09 January 2008

To Protect and Educate, Vol. 2 Issue 3

To Protect and Educate: The Foliage Guide to Armed Student Resource Officers

Foliage would like to proudly proclaim a brave new era in the realm of Zombie Preparedness, though certain detractors believe that newly armed security guards are an unnecessary precaution against an overblown threat.

The zombie menace is one that has shadowed our human existence for millennia, from the time of Jesus and the Roman Undead Extermination of 2 Anno Domini (A.D. [C.E.]) to the modern documentary "Shaun of the Dead." This threat is extant in all parts of the world, especially here at Albuquerque High School, with our proximity to the local cemetery. Our student body has, in response to this reanimated threat, armed itself with all manner of weaponry.

This self-protection by the students of our school has been sufficient to keep the zombies at bay. Recently, however, our municipal school board voted to arm the Student Resource Officers (enforcers of the law at our school) throughout the district.

Is this a step too far? How many guns are too many guns? These are valid questions in our modern, security-aware and family values-oriented society. The district is obviously concerned with our safety as students, and our learning in a sheltered, secure environment is a stated primary concern of the Albuquerque Public Schools District. However, at what point does security restrict the learning process so much that it outweighs the risks associated with an insecure campus?


There is no liberty too great that it cannot be sacrificed for safety and the preservation of the American family. To paraphrase Ben Franklin's less well-known quote on the subject, he who gives up essential security for temporary liberty, deserves to be eaten.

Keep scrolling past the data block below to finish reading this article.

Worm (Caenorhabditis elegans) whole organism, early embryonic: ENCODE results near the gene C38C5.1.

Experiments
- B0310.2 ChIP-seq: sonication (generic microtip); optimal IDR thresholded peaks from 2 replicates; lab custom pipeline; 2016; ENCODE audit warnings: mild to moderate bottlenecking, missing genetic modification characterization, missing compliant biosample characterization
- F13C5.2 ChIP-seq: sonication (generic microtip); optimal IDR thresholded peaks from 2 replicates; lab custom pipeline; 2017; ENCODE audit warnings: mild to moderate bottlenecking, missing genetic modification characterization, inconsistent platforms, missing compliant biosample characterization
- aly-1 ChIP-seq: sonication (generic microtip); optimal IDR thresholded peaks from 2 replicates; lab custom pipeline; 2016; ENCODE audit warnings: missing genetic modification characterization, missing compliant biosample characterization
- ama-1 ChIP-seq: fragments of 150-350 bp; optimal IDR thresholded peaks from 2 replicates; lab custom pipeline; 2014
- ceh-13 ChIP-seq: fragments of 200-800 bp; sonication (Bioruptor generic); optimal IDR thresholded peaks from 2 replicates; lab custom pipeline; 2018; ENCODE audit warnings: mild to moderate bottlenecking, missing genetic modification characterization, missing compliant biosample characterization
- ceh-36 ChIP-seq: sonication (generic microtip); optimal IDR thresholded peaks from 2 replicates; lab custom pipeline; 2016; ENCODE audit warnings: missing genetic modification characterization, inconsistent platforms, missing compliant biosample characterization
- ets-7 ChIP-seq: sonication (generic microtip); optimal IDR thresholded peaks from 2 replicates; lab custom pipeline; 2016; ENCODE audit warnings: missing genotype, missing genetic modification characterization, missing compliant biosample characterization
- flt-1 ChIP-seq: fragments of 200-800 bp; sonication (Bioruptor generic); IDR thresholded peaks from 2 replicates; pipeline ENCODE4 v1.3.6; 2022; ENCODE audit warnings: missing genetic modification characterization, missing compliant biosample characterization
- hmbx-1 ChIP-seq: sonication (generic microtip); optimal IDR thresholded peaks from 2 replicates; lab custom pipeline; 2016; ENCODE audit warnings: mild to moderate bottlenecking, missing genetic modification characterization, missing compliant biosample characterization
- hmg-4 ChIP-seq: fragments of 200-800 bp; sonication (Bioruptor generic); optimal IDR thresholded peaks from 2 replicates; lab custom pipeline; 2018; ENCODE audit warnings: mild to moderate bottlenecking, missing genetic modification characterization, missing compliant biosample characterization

Students under the ever-vigilant and watchful eyes of armed security personnel have been proven to be 29% more efficient while bubbling in ScanTron sheets by a recent study at the Glorious National People's University of Venezuela, sponsored by President Hugo Chavez. If we remove the guns from this perfect classroom scenario, where all children, regardless of academic ability or potential are grouped together in a homogeneous, non-achievement based classroom setting, then the entire structure of order falls apart, and the answer to the question "is our children learning?" becomes painfully clear: no.

Furthermore, as the global economy is entering a new and exciting phase, students who graduate (or not) from the high schools in this district need to know how to function coolly and and effectively while in the vicinity of a firearm. Armed security guards help make sure that AHS is a school whose student body's capabilities in this arena is unprecedented.

Armed security guards are a boon to Albuquerque High and the greater community this school serves. Well versed in both zombie preparation and high-pressure claim-staking, our student body will go on to great careers as the future best and brightest of the seamy underbelly. This institution would have failed as a public school if it had been any other way.

The Robots Issue, Vol. 2 Issue 2

[Editorial Note: We apologize for the delay. High school isn't a pointless waste of time you know! Pah!]